Here are two whales. One is facing us, right side up. His friend is upside down waving his right dorsal fin in the air.


Um, that whale is coming right toward us.




Did you know whales eat 3,000 pounds of food per day?!

When whales dive, they might stay underwater for up to 30 minutes.


Bye Bye

Bye Bye

On this trip we saw Humpback, Minke, and Finback whales. The Humpback whales are the most animated. If they are especially playful you might see them breach (jump out of the water.)  That is an unbelievable sight to behold. On this trip the whales tended to display their flukes and wave their dorsal fins. Many of the whales that pass through Stellwagen Bank are identified by their flukes and given names accordingly.

The closest that the whale watch boats are allowed is 100 feet of the whales. Somewhere between 100 and 300 feet is the preferred minimum. At that distance the boats are only allowed stay for 15 minutes. And as the whales move, so does the boat…slowly.

If a right whale is sighted, the minimum distance allowed is 500 yards.  All boats must cease whale watching and return to port 15 minutes before sunset.

Whale Watching is Hard Work

Whale Watching is Hard Work

For more exciting pictures and video of whales breaching, visit Seven Seas Whale Watch

To make a donation in support of whale conservation and protection, visit the American Cetacean Society, the Whale and Dolphin Conservation Society, or the Atlantic Whale Foundation. To support the Stellwagen Bank Marine Sanctuary, click here.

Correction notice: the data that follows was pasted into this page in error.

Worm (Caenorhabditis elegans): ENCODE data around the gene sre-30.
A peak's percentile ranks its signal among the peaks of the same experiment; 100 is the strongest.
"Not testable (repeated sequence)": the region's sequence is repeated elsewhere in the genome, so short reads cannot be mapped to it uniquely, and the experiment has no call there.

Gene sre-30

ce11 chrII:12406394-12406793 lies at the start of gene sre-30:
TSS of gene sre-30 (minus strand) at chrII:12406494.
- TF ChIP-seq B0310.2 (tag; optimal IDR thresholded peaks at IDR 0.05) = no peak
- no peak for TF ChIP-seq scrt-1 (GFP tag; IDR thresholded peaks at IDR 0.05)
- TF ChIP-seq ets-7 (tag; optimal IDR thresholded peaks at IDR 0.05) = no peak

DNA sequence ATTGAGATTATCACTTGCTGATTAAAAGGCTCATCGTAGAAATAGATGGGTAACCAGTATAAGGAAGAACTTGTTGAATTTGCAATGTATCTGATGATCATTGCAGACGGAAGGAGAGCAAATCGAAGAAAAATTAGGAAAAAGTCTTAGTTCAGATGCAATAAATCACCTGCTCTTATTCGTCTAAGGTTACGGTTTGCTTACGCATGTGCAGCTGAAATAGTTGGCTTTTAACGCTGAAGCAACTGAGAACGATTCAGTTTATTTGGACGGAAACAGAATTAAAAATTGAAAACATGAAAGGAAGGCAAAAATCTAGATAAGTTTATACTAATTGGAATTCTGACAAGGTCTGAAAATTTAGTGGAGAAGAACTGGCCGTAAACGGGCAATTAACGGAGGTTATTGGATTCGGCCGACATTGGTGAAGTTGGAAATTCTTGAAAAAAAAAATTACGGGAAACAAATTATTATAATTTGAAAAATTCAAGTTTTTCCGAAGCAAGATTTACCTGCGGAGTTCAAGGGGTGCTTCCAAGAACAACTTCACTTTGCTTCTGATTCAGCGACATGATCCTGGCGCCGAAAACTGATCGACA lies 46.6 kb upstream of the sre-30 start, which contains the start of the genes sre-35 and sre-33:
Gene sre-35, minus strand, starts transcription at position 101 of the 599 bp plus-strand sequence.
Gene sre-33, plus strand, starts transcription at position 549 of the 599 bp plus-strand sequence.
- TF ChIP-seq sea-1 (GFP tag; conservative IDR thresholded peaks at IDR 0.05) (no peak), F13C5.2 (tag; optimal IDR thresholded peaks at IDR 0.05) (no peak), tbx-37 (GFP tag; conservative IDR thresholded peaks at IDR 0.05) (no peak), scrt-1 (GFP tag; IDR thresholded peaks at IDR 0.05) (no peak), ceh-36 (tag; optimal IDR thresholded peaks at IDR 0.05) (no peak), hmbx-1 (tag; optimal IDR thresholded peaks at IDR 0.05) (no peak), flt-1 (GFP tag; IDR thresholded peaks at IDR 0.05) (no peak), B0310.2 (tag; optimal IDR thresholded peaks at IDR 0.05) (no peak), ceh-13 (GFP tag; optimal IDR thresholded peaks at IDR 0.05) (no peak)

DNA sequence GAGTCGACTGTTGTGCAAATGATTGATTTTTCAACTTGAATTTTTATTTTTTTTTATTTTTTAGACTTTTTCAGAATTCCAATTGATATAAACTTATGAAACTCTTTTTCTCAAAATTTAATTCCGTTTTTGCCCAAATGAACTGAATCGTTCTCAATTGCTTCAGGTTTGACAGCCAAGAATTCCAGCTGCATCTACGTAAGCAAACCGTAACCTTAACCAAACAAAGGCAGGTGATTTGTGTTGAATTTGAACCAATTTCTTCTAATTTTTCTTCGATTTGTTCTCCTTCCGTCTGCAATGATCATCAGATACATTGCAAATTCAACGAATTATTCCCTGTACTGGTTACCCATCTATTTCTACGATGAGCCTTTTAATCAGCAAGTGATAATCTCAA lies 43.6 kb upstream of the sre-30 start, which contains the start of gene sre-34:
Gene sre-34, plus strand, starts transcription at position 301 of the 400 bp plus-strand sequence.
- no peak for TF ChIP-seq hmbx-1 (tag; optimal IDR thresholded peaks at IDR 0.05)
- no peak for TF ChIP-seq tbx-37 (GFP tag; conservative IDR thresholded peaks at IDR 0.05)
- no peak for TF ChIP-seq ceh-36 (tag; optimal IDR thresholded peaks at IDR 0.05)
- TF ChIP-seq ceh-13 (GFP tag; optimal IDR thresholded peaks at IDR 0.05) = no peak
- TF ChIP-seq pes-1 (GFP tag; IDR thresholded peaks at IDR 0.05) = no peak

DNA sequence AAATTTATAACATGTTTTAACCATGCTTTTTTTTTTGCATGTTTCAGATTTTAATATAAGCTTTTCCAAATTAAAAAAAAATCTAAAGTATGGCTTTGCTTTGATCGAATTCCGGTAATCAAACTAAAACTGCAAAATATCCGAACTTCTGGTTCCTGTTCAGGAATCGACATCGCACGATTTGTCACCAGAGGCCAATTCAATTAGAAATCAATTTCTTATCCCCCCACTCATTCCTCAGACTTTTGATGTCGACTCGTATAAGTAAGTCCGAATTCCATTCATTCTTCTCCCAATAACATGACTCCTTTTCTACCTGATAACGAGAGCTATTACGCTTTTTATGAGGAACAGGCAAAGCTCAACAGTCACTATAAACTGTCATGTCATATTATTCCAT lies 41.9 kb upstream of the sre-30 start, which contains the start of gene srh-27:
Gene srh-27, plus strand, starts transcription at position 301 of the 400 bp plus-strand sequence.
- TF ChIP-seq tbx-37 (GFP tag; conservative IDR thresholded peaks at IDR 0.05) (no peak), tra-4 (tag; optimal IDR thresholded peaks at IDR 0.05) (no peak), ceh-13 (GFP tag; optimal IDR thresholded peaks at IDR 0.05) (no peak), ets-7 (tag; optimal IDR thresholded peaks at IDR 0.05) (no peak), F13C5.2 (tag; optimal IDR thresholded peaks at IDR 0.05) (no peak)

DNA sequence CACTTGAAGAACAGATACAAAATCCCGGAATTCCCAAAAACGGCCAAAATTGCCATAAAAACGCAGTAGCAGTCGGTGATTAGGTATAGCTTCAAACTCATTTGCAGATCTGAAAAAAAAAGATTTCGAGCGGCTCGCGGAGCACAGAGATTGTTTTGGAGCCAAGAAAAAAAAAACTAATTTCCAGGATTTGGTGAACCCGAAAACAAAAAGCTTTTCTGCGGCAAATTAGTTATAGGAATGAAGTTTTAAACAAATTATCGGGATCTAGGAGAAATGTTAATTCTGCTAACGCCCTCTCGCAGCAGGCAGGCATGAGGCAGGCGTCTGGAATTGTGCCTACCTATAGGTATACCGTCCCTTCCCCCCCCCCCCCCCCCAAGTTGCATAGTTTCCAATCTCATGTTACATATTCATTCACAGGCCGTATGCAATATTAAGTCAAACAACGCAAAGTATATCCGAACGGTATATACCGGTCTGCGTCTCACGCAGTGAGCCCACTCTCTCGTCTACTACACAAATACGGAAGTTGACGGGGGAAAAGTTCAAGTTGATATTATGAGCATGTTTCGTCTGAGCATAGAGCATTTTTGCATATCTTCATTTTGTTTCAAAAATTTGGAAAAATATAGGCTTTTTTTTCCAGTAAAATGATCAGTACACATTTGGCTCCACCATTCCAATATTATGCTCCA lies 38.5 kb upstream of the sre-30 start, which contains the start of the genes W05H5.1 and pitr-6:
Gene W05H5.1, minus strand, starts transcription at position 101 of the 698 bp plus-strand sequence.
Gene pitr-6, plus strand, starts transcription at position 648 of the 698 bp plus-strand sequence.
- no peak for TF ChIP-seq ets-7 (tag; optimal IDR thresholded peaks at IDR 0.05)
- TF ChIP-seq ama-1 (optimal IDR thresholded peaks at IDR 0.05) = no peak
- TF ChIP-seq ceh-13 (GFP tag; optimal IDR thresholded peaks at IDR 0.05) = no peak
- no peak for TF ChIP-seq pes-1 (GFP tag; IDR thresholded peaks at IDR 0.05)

To learn more about the International Whaling Commission, click here.


The 37 Day Challenge

Patti Digh recently invited readers of her blog, 37 Days, to participate in a 37 Day Challenge. The object of the challenge is to do something small that is doable, actionable, recognizable and to do it consistently for 37 days. When I read Patti’s invitation to do some small, actionable, recognizable thing I was instantly intrigued.

For several months I’ve been trying to figure out how I could reduce the amount of sugar in my diet. I’m a confirmed choco-holic. I love dessert and am more likely to grab a cookie to finish off my lunch rather than a piece of fruit. I’m pretty good about reading food labels and avoid, as much as possible, buying food products with multiple listings of sugar, corn syrup, and high fructose corn syrup.

But there are sweets in our house (cookies, chocolates) and I know reaching for something sweet has become a bad habit.

So Patti’s challenge sounded easy enough (Ha!)

I started the challenge on Monday (3/30). After lunch I had that immediate desire to head to the cookie jar. Instead I had half a banana. Believe me; a banana is no substitute when you really want chocolate; but I grudgingly survived.

On Tuesday my mid-afternoon snack was a bag of ranch flavored rice cakes. Tasty and immediately addictive. Great! Now I’m substituting something salty for something sweet and chocolaty. After dinner I did indulge in a warmed snickerdoodle cookie. A little sugary…but not chocolate. You see how the rationale starts to work here.

On Wednesday, day 3, I wondered if a banana, chocolate chip, & walnut muffin counted as a sweet or not. It has banana and walnuts in it. That’s slightly healthy isn’t it? It was a small muffin too.

Yippee! Only 34 more days to go!